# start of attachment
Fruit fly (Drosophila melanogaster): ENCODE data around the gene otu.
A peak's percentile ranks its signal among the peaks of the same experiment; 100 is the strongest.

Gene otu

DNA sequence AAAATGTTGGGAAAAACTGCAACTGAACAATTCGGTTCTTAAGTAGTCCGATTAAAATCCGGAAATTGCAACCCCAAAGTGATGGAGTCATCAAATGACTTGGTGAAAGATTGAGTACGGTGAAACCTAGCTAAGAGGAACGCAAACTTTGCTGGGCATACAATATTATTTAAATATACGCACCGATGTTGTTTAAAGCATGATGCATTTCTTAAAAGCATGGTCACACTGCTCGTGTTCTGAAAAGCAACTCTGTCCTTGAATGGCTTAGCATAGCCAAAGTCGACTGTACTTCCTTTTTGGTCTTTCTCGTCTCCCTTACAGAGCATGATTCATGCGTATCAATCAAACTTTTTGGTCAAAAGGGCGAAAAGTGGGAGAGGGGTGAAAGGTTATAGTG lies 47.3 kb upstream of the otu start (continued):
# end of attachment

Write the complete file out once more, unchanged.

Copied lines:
Fruit fly (Drosophila melanogaster): ENCODE data around the gene otu.
A peak's percentile ranks its signal among the peaks of the same experiment; 100 is the strongest.

Gene otu

DNA sequence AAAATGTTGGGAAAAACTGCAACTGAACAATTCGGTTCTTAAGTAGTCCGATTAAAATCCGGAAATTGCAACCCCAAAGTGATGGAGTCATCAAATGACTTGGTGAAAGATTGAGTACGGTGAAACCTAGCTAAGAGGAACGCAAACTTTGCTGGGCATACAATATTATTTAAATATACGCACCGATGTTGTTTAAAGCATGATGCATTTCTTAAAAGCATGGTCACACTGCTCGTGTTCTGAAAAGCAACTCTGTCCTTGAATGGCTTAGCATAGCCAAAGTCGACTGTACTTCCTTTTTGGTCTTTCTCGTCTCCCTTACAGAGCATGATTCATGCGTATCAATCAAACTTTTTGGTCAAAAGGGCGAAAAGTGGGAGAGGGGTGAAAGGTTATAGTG lies 47.3 kb upstream of the otu start (continued):